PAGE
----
When this book was published by the late Loompanics Unlimited a decade ago, I remarked how I wished it had appeared sometime during my 16-year stretch in Corporate America. It might have saved me a few years of suit-and-tie dress codes, unproductive business meetings, back-stabbing politics, and daily two-hour round-trip commutes to downtown Los Angeles. Its advice on how to plan an escape from the rat race was, and still is, top-notch.

But what made How to Kill the Job Culture especially important was the role it played as a first-rate primer on the radical free-market case against state-corporate capitalism. In a chapter titled “The Free-Market Case Against Jobs,” Wolfe wrote:

“Submission to the endless rules of institutions is the same, whether those institutions are run from boardrooms or bureaucratic agencies. Obedience to authority is obedience to authority, no matter which authority we choose to bow before. Surrendering self-ownership is surrendering self-ownership, whether you give yourself up to Global MegaCorp, Inc. or surrender your authority over your life to Rule No. 762.32(A)(1)(b) of Federal Agency XYZ.”

Wolfe admitted there are substantial distinctions between big government and big business, not the least of which being that we’re compelled to live under the coercive State but deal with big business voluntarily for the most part. But she argued simply and directly that…

“Big, all-controlling government and the large institutions of the Industrial Revolution were born together, from the same roots, for many of the same purposes — to regiment, centralize, homogenize, and control. To succeed in their purposes, both needed to turn a population of rowdy, diverse individuals into a compliant, largely robotic, mass. And — it’s horrible, but undeniable — big government and big corporate institutions were created side-by-side as two facets of one increasingly formidable war-making machine.

“It didn’t ‘just happen’ that two allegedly diverse institutions came together for the same purpose at the same time. And it doesn’t ‘just happen’ today that those same institutions continue to reinforce each other in war and peace.”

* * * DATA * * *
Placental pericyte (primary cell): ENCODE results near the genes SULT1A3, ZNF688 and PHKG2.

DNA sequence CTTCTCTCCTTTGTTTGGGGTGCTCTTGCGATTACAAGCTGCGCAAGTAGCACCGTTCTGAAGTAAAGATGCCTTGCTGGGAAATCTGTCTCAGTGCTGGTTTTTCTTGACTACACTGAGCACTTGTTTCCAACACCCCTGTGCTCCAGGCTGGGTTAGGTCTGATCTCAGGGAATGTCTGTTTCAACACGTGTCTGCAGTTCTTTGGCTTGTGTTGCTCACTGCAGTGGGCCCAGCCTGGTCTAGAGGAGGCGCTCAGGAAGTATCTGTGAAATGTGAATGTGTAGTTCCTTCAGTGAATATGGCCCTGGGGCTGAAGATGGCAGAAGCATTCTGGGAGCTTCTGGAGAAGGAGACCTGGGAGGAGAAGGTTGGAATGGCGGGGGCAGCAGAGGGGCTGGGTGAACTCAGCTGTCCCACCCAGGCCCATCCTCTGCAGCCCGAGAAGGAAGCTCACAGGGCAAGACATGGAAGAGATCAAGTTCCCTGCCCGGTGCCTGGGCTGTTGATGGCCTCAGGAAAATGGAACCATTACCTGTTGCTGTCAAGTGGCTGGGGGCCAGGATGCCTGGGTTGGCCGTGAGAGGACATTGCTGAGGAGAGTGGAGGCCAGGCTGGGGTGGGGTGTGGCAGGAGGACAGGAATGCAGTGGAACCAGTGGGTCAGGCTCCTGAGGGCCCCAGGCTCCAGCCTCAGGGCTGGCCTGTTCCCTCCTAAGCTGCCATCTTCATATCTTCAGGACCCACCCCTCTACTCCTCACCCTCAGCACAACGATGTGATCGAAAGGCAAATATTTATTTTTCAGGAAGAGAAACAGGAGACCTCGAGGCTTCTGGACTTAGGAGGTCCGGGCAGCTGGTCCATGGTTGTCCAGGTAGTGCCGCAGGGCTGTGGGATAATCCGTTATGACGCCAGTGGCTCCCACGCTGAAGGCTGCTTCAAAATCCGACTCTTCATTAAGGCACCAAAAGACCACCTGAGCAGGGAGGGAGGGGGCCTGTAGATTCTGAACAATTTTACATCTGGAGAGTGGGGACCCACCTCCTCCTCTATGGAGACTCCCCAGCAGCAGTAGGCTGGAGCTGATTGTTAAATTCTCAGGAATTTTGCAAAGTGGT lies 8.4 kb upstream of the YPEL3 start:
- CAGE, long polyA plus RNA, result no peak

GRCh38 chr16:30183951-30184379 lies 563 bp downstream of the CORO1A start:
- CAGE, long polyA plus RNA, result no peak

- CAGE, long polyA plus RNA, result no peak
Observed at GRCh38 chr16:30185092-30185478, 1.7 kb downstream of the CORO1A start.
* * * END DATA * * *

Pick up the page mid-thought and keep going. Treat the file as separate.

The Job Culture, Wolfe asserted, weakens our free will. It instills in us an irresponsible “someone else will deal with it” mentality. …


Creators of New Fed-Proof Bitcoin Marketplace Swear It’s Not for Drugs | Threat Level | WIRED

… “We’re just really passionate about allowing peer-to-peer trade to happen online. We want that to exist,” says Sam Patterson, the operations lead for the non-profit project. “The internet allowed you to communicate directly. Bitcoin allowed you to send money directly. Now you can trade directly.”

And just what will you trade on OpenBazaar? A good first guess might be drugs. The multi-headed marketplace, after all, is designed to thwart law enforcement seizures or takedowns that arrest any one person or group. And though it doesn’t currently offer much anonymity by default, Patterson says its initial version can be used through a VPN to hide users’ IP addresses, and it will soon integrate the anonymity software Tor or I2P.

In fact, OpenBazaar was first launched in April as a spinoff of another open-source prototype called DarkMarket. That project’s anarchist creator, Amir Taaki, says he was inspired by the FBI’s takedown of the Silk Road and designed DarkMarket to “equip the people with the tools needed for the next generation of digital black markets.” …


C4SS Feed 44 presents David S. D’Amato's “Avowals of Selfhood: Review of Egoism” read and edited by Nick Ford.